Primary Angiosarcoma of the Breast Clinicopathologic Analysis of 49 Cases, Suggesting That Grade is not Prognostic

Department of Pathology, Brigham and Women's Hospital, Boston, MA 02115, USA.
The American journal of surgical pathology (Impact Factor: 4.59). 09/2008; 32(12):1896-904. DOI: 10.1097/PAS.0b013e318176dbc7
Source: PubMed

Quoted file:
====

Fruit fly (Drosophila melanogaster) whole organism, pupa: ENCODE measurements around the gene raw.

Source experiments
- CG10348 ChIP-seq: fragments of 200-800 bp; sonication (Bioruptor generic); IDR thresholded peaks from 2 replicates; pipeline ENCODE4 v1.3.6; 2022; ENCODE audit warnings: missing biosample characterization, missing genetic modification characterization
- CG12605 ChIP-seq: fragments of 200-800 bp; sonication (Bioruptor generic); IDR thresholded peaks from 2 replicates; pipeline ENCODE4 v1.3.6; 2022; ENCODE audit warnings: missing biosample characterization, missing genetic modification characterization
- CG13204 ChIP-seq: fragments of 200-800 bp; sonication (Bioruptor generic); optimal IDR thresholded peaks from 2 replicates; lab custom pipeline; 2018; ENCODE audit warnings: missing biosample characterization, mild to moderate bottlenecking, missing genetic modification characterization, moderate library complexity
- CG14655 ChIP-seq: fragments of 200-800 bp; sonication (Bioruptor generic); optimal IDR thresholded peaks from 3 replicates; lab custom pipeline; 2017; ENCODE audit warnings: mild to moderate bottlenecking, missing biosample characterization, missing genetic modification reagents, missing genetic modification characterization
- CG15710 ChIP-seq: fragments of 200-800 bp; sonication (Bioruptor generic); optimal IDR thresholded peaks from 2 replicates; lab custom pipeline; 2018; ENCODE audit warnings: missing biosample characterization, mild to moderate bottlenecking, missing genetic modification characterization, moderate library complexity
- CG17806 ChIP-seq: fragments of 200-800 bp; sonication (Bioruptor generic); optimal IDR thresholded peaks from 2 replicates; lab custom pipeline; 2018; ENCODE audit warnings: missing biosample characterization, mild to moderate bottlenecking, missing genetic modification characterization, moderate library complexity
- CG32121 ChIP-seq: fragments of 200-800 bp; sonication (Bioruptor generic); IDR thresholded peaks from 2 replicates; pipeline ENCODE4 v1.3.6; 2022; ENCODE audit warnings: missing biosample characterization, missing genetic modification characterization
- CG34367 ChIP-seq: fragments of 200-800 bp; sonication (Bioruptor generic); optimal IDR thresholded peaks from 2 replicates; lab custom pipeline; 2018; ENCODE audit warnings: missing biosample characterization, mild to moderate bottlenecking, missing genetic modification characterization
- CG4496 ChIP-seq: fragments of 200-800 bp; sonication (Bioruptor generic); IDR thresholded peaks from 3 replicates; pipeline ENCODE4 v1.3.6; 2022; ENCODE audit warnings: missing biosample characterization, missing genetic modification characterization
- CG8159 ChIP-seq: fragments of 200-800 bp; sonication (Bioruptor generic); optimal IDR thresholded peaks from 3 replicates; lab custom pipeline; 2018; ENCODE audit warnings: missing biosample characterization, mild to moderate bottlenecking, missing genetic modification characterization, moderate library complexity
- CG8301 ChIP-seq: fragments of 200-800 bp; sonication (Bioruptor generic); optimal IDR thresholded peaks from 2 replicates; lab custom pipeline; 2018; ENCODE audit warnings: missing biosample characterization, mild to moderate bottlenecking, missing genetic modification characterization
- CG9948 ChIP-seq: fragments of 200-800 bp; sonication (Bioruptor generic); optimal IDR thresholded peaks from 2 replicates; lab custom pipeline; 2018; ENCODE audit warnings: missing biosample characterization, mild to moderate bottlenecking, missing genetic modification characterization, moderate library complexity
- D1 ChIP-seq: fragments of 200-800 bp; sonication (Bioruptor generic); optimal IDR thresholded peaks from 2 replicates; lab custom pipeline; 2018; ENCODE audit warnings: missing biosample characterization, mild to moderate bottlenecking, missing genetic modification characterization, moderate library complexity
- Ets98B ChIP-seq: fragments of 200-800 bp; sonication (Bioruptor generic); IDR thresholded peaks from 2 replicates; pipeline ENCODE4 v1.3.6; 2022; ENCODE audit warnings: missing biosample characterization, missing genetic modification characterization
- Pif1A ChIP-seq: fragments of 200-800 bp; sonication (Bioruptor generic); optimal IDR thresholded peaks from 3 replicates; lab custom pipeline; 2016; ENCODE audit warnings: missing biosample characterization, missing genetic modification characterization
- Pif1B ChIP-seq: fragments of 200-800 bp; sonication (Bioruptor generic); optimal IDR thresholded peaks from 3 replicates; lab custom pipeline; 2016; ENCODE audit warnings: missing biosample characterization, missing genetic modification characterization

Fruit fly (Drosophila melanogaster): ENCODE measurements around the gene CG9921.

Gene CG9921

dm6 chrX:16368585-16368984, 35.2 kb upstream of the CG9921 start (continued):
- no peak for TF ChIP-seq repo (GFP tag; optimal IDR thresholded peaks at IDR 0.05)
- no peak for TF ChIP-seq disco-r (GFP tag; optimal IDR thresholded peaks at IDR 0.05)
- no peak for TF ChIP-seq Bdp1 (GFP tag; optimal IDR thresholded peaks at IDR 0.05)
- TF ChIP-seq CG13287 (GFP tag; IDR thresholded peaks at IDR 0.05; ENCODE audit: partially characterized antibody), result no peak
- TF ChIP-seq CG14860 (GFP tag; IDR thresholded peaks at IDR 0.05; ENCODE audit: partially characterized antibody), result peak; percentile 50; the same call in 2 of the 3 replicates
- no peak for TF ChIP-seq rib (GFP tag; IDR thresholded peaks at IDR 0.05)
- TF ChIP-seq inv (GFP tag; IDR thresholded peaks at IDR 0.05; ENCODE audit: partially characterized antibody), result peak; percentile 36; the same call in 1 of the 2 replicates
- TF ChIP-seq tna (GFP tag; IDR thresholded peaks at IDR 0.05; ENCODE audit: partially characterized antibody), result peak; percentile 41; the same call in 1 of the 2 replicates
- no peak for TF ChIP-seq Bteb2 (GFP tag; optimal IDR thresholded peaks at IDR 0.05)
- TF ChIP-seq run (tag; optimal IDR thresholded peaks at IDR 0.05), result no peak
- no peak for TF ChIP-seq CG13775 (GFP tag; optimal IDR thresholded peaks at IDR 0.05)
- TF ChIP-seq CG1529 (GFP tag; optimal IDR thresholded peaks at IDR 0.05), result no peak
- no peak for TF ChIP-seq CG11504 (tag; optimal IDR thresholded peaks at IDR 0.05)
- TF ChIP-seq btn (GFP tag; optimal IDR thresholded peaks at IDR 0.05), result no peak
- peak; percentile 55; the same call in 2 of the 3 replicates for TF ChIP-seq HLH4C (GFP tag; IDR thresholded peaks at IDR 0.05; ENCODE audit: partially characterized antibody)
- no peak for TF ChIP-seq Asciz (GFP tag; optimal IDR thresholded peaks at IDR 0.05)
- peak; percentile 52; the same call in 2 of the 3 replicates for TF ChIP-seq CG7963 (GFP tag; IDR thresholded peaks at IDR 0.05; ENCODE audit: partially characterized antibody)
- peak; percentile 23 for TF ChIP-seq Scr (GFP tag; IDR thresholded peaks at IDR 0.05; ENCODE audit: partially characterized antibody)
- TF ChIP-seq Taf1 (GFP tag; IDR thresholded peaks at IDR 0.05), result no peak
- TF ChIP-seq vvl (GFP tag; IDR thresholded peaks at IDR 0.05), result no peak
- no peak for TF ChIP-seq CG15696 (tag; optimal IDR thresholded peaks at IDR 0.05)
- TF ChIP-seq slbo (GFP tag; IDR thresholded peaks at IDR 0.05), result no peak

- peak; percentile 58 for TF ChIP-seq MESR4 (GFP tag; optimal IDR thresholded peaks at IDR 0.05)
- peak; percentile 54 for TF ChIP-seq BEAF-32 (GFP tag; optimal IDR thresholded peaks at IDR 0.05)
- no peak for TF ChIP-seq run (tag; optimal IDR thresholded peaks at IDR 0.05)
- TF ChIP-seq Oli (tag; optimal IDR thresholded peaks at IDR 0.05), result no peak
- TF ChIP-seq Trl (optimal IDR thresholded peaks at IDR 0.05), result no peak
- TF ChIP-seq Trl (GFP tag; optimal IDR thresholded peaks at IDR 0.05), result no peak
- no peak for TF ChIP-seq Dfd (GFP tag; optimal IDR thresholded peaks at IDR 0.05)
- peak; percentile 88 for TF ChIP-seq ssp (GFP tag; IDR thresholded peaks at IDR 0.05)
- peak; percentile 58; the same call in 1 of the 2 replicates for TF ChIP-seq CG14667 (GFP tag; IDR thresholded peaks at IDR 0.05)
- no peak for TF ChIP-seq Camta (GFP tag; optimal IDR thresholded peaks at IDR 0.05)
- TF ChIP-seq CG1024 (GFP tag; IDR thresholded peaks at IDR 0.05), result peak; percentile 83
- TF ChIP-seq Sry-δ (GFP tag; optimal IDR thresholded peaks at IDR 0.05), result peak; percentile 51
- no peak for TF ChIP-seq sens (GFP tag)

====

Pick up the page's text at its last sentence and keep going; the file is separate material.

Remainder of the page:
ABSTRACT Mammary angiosarcoma is a rare neoplasm, accounting for about 0.05% of all primary malignancies of the breast. It is currently believed that histologic grading of mammary angiosarcomas plays an important role in prognostication. Forty-nine cases of primary angiosarcoma of the breast were retrieved from our files. Clinical details and follow-up information were obtained from referring pathologists and clinicians, and by chart review. All statistics were performed using Fisher exact test and only P<0.05 was considered significant. Recurrence-free survival and overall survival curves were established using Statistica software version 5.5 (StatSoft Inc). All patients were female with ages ranging from 15 to 74 years (mean 41.5, median 40). Peak incidence was between the ages of 30 and 50 years. All tumors examined were located within breast parenchyma with or without minor cutaneous involvement. The right side was more commonly affected than the left side (66% vs. 29.5%). Tumor was bilateral at presentation in 2 cases (4.5%). Tumor size varied from 0.7 to 25 cm (mean 6.7, median 5). Most patients presented with a palpable, painless mass. Two patients had a history of prior radiation treatment for breast carcinoma. Histologically, primary tumors were graded using Rosen's 3-tier system: 17 tumors (35.4%) as low grade, 17 (35.4%) as intermediate grade, and 14 (29.2%) as high grade. Forty-six patients were treated surgically, 11 underwent chemotherapy, and 12 patients received radiotherapy. Follow-up was available in 41 patients (83.7%, median duration 29 mo). Ten patients (24.4%) showed evidence of local recurrence within 11 to 60 months (median 36) after diagnosis. Twenty-four patients (58.5%) thus far have developed metastases, which were most commonly to lung, liver, skin, and bone. Time interval between diagnosis and metastasis ranged from 2 to 144 months (median 34). Eighteen patients (44%) so far have died of disease and 1 died of presumably disseminated breast carcinoma. Five patients (12.2%) are alive with disease and 15 patients (36.6%) are alive with no evidence of disease. Statistical analysis evaluating correlation between tumor grade and size, and rate of local recurrence, metastasis, and death owing to disease showed no significant difference among tumors of different grades. The median recurrence-free and overall survival rates for the entire cohort were 2.8 and 5.7 years, respectively. In conclusion, mammary angiosarcoma is a rare disease that affects relatively younger patients. This tumor seems to have an overall similar clinical course as other types of angiosarcoma arising in skin or soft tissue; it carries a moderate risk of local recurrence, and a high risk of metastasis and death. In this large series, there is no correlation between histologic grade and patient outcome, more in line with angiosarcomas at other sites.

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